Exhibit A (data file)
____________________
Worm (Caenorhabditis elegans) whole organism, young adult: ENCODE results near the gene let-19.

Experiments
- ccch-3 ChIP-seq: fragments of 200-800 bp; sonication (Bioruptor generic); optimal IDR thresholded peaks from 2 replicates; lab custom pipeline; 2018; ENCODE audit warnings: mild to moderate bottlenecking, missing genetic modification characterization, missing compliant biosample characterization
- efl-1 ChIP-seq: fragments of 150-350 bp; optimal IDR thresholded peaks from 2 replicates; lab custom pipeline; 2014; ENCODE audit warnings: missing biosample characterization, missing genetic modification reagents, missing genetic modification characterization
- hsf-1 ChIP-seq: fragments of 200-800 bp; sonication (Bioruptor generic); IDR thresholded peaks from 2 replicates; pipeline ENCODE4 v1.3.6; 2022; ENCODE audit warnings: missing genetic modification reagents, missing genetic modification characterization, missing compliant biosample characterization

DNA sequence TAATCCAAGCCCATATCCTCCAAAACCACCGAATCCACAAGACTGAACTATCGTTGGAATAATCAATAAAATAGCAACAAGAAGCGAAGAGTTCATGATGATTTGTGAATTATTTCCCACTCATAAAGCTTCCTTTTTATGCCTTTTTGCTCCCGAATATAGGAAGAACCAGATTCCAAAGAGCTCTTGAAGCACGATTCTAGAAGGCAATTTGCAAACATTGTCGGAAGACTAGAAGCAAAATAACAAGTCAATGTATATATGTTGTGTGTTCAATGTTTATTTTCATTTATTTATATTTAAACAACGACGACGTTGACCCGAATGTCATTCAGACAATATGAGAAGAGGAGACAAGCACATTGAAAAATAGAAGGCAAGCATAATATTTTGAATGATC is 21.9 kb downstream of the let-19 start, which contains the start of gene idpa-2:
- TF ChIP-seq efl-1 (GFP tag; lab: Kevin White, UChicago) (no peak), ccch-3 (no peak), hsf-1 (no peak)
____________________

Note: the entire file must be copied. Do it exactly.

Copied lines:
Worm (Caenorhabditis elegans) whole organism, young adult: ENCODE results near the gene let-19.

Experiments
- ccch-3 ChIP-seq: fragments of 200-800 bp; sonication (Bioruptor generic); optimal IDR thresholded peaks from 2 replicates; lab custom pipeline; 2018; ENCODE audit warnings: mild to moderate bottlenecking, missing genetic modification characterization, missing compliant biosample characterization
- efl-1 ChIP-seq: fragments of 150-350 bp; optimal IDR thresholded peaks from 2 replicates; lab custom pipeline; 2014; ENCODE audit warnings: missing biosample characterization, missing genetic modification reagents, missing genetic modification characterization
- hsf-1 ChIP-seq: fragments of 200-800 bp; sonication (Bioruptor generic); IDR thresholded peaks from 2 replicates; pipeline ENCODE4 v1.3.6; 2022; ENCODE audit warnings: missing genetic modification reagents, missing genetic modification characterization, missing compliant biosample characterization

DNA sequence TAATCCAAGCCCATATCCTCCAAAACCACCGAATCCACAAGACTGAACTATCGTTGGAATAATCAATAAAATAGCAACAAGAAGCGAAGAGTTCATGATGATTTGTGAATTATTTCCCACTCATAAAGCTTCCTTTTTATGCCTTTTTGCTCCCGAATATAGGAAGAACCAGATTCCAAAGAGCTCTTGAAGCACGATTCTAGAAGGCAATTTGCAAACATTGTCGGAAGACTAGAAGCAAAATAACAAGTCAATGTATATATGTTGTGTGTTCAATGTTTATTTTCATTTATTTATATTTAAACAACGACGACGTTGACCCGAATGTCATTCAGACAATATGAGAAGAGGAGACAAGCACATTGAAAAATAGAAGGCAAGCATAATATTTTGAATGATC is 21.9 kb downstream of the let-19 start, which contains the start of gene idpa-2:
- TF ChIP-seq efl-1 (GFP tag; lab: Kevin White, UChicago) (no peak), ccch-3 (no peak), hsf-1 (no peak)